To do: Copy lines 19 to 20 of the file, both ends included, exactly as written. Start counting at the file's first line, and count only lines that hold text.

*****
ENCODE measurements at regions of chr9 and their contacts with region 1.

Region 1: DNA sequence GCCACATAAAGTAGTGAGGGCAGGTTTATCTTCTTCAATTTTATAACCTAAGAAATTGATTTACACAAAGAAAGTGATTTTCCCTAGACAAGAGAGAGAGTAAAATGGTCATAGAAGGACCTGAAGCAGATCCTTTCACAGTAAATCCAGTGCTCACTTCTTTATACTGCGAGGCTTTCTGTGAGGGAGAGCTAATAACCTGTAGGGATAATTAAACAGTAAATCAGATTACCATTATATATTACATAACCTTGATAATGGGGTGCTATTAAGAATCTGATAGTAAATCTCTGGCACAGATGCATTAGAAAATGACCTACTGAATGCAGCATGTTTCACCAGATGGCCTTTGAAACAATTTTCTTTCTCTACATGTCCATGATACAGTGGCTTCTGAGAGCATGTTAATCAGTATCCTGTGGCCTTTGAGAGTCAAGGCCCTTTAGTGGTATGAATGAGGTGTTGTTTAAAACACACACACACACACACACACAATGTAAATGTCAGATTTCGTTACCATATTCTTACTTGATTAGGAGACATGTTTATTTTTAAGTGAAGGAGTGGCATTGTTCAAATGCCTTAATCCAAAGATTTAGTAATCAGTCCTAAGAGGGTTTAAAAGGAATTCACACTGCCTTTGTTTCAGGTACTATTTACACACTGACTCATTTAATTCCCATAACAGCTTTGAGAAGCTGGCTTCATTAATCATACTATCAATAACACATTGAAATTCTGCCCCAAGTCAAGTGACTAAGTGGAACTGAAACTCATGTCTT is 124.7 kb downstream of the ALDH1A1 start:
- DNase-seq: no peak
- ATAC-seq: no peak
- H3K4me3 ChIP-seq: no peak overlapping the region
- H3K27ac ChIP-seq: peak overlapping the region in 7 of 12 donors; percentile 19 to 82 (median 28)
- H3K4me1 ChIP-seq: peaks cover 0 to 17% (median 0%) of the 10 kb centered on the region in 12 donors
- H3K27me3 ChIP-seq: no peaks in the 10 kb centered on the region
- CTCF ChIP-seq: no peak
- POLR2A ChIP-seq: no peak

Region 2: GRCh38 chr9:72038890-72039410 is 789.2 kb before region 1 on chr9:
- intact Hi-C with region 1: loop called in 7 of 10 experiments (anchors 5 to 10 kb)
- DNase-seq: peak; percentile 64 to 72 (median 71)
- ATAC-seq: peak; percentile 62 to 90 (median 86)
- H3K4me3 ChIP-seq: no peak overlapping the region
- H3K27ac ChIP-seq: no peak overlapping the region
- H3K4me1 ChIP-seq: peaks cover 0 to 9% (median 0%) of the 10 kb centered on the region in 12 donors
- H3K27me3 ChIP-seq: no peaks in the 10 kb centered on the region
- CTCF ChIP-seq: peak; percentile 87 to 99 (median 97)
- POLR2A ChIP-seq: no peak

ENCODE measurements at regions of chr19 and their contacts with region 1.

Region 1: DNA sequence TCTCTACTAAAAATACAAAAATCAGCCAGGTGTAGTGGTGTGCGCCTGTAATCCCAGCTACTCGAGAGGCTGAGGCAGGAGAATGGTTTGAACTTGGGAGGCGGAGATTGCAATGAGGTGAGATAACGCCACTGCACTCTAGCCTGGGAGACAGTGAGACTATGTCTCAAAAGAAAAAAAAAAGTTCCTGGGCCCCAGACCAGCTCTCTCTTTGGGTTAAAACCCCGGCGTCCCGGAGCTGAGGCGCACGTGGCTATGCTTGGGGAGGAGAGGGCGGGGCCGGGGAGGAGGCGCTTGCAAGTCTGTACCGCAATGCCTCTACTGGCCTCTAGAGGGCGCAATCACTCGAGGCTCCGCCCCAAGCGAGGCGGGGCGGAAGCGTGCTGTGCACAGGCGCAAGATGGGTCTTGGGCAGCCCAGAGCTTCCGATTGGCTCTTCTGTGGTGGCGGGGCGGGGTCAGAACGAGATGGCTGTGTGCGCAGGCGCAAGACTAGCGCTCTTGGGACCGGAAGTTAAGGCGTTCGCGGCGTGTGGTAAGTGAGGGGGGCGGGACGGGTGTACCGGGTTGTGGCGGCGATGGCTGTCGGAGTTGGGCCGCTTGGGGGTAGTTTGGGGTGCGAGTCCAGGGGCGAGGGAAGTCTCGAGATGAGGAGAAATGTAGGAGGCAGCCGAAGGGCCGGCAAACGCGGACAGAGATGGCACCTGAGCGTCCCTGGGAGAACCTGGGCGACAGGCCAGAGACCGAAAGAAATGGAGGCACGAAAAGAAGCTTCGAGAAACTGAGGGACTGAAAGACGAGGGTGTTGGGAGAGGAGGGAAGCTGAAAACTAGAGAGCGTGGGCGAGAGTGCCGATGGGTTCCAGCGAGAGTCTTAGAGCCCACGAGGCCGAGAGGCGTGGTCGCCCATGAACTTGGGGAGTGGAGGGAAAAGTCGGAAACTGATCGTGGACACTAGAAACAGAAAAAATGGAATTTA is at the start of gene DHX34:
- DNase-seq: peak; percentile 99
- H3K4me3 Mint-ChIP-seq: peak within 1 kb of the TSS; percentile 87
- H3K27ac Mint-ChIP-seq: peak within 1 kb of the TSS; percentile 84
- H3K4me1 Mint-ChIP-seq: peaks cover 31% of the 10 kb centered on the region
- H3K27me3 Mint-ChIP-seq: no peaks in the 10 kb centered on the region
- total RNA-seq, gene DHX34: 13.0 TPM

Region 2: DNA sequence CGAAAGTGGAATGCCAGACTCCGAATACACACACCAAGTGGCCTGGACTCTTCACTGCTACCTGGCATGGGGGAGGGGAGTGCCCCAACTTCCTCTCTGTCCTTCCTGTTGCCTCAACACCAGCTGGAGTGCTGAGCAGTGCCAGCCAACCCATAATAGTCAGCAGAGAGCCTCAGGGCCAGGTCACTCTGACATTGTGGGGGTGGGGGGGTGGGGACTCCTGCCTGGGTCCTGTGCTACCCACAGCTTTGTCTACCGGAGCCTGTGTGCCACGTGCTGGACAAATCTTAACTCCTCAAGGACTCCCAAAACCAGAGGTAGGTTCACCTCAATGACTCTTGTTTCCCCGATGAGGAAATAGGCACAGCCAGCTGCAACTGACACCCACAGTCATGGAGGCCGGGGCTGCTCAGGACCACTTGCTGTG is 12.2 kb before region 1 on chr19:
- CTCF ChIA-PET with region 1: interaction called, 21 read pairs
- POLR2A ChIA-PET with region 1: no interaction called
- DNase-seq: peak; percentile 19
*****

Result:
- CTCF ChIP-seq: peak; percentile 87 to 99 (median 97)
- POLR2A ChIP-seq: no peak